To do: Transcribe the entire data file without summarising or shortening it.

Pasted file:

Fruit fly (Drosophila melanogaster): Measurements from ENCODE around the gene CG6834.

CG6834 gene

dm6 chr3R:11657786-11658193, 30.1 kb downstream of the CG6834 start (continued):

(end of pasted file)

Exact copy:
Fruit fly (Drosophila melanogaster): Measurements from ENCODE around the gene CG6834.

CG6834 gene

dm6 chr3R:11657786-11658193, 30.1 kb downstream of the CG6834 start (continued):